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Rivlin says sorry, but Mexico says ties ‘hurt’ by PM’s support of Trump wall

In call to Mexican counterpart, Israel’s president apologizes, claims there’s been a misunderstanding, hopes issue is now resolved

Tamar Pileggi is a breaking news editor at The Times of Israel.

Mexican President Enrique Pena Nieto arrives at the Lima Convention Center to speak at the APEC CEO Summit in Lima, Peru, on November 19, 2016. (AFP/Ernesto Benavides)
Mexican President Enrique Pena Nieto arrives at the Lima Convention Center to speak at the APEC CEO Summit in Lima, Peru, on November 19, 2016. (AFP/Ernesto Benavides)

President Reuven Rivlin apologized Tuesday to his Mexican counterpart over any hurt caused by a tweet sent out by Prime Minister Benjamin Netanyahu that seemed to express support for a wall on the US border, seeking to smooth out a diplomatic rift sparked by the 140-character missive.

In a phone call between the two heads of state, Mexican President Enrique Peňa Nieto said bilateral ties between Mexico and Israel had been “hurt” by the Twitter comment, rebuffing claims by Netanyahu that relations with Mexico remained strong.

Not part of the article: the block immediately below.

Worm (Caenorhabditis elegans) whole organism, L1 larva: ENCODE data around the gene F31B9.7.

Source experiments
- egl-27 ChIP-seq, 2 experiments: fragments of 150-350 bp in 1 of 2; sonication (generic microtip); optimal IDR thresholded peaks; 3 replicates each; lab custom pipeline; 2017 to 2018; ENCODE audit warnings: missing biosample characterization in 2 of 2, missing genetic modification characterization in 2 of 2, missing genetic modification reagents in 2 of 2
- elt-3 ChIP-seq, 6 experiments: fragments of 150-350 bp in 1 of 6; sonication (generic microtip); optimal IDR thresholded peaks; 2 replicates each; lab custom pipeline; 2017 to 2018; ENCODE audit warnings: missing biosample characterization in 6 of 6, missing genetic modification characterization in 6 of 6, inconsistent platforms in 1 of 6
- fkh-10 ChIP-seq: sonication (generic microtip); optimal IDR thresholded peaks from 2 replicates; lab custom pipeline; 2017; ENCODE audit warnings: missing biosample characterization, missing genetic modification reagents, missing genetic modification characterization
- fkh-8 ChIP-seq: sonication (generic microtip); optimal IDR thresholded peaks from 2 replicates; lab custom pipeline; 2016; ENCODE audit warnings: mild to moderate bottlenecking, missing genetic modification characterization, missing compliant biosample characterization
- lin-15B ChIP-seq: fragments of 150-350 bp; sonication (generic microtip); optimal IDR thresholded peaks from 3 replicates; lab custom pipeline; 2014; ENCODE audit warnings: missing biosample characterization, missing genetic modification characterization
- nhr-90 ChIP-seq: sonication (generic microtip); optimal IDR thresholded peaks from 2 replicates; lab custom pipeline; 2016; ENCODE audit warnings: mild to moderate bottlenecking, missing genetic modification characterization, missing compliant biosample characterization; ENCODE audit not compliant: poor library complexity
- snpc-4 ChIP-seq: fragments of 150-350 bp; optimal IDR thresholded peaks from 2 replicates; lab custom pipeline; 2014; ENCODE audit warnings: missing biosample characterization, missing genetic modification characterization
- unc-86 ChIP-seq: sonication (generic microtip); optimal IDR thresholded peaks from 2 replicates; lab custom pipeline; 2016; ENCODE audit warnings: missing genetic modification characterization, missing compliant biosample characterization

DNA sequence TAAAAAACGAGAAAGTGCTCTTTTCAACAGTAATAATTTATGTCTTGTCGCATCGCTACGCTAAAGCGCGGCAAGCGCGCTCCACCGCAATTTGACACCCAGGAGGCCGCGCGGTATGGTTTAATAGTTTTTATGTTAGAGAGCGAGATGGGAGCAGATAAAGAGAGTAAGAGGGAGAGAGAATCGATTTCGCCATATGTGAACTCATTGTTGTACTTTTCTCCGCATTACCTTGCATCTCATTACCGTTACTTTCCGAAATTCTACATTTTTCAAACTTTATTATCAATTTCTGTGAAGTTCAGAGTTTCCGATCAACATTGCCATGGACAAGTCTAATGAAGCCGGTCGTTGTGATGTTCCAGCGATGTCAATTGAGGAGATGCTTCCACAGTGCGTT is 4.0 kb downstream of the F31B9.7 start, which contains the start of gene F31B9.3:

Officials in Jerusalem have been on the defensive since Mexico reacted furiously to the Saturday night tweet by Netanyahu. The prime minister tweeted that US president Donald Trump’s wall proposal was “great” citing Israel’s own success with a wall on the Egyptian border that stemmed illegal immigration.

On Monday, Netanyahu said he never mentioned Mexico in the tweet and that he believes Israel-Mexico “ties are much stronger than any passing disagreement or misunderstanding.”

Rivlin told Nieto that the diplomatic tiff was caused by a “misunderstanding” and expressed hopes the two countries could continue to have a positive relationship.

“I am sorry for any hurt caused as a result of this misunderstanding, but we must remember that we are talking about a misunderstanding, and I am sure that we can put the issue behind us,” Rivlin said, according to a statement from his office.

In what was described as an “extended and warm conversation,” Nieto thanked the Rivlin for his willingness to resolve the situation, and told the president that Mexico “is more than willing” to maintain its close ties with Israel.

“I do want to tell you that Mexico is more than willing to maintain this mutual cooperation, cooperation for us to continue working closely, with all types of cooperation,” he told Rivlin..

President Reuven Rivlin speaks during an event hosting Israeli ambassadors to European countries, at the President's residence in Jerusalem, January 1, 2017. (Mark Neyman/GPO)
President Reuven Rivlin speaks during an event hosting Israeli ambassadors to European countries, at the President’s residence in Jerusalem, January 1, 2017. (Mark Neyman/GPO)

“Unfortunately this cooperation has been hurt because of this tweet,” Nieto said.